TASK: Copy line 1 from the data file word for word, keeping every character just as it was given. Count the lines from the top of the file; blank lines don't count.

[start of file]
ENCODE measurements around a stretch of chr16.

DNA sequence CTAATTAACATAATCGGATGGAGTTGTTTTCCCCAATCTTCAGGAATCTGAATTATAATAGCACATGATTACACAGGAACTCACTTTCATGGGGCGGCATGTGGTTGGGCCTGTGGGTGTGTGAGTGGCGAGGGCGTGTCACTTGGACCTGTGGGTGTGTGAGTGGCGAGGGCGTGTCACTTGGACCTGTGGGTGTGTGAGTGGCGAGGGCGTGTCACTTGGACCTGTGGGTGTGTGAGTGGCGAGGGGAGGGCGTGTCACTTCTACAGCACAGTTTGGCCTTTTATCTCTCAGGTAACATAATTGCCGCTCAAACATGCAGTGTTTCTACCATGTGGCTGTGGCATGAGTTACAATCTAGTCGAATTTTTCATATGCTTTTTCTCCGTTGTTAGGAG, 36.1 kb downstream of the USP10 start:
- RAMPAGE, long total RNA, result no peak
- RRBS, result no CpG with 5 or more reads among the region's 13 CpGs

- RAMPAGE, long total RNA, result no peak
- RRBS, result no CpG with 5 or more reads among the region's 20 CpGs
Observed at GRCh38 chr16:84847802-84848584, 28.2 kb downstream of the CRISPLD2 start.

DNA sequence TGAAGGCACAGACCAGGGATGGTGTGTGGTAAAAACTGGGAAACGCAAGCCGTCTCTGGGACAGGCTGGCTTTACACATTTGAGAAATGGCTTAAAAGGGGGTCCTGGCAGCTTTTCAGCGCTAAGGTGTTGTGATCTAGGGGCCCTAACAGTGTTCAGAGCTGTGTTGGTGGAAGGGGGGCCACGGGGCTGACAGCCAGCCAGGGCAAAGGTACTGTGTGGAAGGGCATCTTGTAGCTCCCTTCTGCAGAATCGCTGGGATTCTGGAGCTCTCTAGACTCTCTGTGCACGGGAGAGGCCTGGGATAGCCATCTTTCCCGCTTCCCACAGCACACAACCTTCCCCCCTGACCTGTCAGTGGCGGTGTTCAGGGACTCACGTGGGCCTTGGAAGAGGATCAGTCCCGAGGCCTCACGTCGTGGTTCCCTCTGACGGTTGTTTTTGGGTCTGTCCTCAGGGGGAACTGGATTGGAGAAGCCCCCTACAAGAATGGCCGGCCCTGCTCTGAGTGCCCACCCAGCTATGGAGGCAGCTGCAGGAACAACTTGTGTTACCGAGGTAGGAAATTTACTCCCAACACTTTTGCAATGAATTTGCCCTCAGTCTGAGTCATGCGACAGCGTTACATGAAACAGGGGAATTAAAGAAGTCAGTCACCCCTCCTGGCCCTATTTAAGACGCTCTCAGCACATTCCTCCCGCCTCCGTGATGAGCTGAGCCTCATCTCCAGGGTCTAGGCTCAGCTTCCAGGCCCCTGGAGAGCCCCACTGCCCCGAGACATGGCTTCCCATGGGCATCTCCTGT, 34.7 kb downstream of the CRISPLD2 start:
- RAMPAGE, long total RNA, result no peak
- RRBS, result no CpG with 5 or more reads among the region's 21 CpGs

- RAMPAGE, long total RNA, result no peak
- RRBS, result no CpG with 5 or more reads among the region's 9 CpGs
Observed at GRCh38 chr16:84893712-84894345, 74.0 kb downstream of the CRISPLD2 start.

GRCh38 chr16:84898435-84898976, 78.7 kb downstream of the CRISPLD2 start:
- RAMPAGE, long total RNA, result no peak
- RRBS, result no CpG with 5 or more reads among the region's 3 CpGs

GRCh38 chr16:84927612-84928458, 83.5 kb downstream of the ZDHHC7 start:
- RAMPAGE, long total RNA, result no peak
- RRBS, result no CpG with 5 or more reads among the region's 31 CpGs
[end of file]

ENCODE measurements around a stretch of chr16.